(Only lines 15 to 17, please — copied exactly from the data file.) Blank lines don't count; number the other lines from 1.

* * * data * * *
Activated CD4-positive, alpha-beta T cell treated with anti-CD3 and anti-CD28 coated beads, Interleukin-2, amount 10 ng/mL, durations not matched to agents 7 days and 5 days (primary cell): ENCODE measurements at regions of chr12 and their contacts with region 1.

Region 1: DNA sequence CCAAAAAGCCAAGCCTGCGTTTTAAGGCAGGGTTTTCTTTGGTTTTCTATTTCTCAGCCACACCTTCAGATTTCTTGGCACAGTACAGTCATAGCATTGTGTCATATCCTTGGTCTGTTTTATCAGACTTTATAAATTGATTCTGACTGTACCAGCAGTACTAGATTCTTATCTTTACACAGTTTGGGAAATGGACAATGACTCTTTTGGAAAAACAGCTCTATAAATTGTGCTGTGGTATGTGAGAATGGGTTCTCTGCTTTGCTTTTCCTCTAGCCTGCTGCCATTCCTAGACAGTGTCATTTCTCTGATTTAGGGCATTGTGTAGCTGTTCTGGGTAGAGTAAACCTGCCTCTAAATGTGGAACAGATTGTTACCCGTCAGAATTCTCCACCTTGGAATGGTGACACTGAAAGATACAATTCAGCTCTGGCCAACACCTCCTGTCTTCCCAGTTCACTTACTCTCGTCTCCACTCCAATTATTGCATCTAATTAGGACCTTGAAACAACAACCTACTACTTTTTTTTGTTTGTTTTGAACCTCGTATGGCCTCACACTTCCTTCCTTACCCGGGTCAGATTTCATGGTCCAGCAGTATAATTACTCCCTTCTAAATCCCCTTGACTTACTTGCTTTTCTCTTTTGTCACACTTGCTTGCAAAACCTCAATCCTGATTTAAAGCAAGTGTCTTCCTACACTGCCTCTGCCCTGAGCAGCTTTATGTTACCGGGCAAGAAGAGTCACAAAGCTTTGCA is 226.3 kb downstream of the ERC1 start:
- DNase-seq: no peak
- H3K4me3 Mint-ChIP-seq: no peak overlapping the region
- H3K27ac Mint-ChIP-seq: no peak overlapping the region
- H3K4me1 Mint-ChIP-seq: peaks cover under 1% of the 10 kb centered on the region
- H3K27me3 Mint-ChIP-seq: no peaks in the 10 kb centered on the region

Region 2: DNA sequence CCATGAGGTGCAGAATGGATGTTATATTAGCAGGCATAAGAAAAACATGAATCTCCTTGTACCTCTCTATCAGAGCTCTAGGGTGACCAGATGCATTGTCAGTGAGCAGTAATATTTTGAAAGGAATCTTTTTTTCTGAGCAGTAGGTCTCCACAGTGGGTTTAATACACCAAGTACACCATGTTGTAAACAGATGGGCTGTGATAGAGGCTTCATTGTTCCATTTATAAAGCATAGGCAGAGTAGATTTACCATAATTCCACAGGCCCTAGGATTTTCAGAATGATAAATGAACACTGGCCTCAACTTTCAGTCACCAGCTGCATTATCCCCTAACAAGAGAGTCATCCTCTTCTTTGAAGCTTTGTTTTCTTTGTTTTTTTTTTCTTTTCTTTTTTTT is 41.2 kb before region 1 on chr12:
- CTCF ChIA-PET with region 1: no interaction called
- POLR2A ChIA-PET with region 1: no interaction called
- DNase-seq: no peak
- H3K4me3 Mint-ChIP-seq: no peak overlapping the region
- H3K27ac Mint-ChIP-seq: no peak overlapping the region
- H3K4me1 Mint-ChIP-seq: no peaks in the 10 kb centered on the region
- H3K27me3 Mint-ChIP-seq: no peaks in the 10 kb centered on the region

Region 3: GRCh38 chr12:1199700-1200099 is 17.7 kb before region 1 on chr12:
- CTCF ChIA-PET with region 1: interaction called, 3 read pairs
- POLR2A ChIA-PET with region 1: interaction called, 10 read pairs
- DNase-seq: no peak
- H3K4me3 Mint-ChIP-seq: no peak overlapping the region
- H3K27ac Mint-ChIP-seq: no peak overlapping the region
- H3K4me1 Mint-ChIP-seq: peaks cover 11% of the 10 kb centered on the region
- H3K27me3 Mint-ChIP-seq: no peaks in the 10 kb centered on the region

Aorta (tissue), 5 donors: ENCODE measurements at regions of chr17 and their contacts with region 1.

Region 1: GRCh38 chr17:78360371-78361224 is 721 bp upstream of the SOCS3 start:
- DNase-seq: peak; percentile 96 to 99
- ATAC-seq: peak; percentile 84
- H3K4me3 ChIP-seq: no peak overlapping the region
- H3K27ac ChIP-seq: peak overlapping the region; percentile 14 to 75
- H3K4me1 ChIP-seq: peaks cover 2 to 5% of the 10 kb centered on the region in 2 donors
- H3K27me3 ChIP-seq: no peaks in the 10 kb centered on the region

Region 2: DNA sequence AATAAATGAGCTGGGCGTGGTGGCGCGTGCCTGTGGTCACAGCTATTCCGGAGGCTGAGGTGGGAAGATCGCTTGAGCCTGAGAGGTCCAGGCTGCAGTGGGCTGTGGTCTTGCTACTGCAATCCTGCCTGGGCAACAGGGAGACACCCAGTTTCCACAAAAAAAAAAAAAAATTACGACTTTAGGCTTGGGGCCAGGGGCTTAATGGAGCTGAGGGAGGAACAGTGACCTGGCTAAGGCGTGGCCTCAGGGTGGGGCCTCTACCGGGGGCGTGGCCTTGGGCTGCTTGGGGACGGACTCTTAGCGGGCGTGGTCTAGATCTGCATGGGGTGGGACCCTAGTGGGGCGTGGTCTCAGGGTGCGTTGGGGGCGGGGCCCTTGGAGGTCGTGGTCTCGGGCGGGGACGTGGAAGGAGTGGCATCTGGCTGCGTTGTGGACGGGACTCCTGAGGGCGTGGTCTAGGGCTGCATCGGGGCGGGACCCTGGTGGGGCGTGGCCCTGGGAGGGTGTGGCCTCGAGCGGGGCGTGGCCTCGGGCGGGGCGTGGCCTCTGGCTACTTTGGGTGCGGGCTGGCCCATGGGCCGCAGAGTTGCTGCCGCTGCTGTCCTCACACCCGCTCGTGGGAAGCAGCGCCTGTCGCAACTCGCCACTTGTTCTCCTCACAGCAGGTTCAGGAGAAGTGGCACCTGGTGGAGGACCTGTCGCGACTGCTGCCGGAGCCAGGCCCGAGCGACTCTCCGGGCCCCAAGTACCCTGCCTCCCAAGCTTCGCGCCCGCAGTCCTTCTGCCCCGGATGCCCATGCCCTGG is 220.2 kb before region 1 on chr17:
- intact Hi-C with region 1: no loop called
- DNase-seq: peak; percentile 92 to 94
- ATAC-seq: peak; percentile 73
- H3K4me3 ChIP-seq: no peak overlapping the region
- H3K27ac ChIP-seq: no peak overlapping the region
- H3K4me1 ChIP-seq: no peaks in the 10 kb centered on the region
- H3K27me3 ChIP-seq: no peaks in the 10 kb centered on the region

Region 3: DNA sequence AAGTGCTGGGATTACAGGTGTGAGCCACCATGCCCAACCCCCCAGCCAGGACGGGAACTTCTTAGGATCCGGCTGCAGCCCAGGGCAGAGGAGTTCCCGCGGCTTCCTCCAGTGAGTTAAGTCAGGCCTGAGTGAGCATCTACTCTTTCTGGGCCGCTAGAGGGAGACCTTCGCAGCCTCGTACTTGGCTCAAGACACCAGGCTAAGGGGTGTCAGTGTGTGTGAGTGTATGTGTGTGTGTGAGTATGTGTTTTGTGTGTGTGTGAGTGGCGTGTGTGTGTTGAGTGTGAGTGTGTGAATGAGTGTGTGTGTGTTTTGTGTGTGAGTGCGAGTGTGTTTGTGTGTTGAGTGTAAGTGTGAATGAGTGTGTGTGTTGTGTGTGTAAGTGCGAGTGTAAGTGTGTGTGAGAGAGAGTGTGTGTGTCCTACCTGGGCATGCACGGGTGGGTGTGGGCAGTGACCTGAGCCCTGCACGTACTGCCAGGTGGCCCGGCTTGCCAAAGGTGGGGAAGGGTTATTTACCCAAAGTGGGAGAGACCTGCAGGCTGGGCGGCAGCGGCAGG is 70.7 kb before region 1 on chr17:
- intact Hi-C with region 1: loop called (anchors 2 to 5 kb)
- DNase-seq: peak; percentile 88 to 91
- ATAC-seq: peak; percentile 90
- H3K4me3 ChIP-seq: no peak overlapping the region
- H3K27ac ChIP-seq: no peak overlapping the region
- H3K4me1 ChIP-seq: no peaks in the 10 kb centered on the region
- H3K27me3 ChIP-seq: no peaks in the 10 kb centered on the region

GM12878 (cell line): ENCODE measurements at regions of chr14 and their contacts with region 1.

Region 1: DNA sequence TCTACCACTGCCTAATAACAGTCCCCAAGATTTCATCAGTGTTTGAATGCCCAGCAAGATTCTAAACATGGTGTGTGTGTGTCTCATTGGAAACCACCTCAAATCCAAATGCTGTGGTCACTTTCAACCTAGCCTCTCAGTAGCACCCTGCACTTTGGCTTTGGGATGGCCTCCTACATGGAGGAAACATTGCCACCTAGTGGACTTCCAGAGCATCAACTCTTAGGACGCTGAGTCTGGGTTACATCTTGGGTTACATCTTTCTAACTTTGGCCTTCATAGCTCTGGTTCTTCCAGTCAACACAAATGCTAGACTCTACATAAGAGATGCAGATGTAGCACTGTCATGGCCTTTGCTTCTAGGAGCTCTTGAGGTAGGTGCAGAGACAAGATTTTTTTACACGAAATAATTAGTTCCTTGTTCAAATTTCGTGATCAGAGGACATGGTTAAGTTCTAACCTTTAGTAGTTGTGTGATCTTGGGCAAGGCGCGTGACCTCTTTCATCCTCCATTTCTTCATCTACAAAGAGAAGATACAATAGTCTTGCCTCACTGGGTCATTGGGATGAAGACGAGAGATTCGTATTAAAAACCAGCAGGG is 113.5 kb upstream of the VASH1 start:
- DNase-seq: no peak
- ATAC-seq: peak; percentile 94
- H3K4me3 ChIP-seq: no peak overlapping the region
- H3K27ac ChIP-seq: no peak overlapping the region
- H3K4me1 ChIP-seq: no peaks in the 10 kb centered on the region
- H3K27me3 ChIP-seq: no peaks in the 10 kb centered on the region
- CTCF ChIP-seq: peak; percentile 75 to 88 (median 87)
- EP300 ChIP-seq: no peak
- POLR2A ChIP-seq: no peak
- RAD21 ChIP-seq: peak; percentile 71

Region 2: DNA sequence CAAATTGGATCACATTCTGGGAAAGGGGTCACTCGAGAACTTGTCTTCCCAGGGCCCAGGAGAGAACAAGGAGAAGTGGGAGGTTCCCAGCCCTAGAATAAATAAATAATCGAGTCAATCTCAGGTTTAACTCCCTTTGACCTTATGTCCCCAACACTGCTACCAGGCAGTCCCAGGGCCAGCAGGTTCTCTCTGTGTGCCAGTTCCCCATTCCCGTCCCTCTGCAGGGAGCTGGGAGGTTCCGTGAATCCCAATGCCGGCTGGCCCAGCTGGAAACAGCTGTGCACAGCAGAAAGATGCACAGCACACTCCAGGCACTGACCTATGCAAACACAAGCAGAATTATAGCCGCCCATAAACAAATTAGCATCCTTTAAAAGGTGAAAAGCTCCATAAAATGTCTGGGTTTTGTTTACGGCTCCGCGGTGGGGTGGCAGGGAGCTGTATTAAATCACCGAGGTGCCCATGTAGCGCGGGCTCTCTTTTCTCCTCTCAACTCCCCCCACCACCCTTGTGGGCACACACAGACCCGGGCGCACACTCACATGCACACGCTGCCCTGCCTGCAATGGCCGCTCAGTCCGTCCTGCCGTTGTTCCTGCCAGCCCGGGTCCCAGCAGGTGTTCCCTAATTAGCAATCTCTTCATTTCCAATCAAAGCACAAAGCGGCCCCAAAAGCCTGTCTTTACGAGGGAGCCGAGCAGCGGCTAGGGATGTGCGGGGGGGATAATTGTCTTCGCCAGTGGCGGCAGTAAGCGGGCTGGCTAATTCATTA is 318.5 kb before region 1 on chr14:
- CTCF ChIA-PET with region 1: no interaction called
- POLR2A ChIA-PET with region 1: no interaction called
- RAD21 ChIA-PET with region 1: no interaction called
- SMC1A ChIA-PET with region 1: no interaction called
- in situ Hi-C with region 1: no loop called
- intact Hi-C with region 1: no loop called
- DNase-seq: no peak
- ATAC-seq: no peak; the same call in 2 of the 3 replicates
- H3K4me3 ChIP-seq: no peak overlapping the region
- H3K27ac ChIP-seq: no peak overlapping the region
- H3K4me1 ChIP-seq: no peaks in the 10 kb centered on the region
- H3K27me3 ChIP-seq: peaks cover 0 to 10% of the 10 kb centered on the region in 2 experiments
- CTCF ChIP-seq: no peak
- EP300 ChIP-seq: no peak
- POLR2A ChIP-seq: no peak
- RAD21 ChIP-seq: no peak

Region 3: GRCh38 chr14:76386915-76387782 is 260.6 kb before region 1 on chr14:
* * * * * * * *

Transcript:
- H3K27me3 Mint-ChIP-seq: no peaks in the 10 kb centered on the region

Region 3: GRCh38 chr12:1199700-1200099 is 17.7 kb before region 1 on chr12:
- CTCF ChIA-PET with region 1: interaction called, 3 read pairs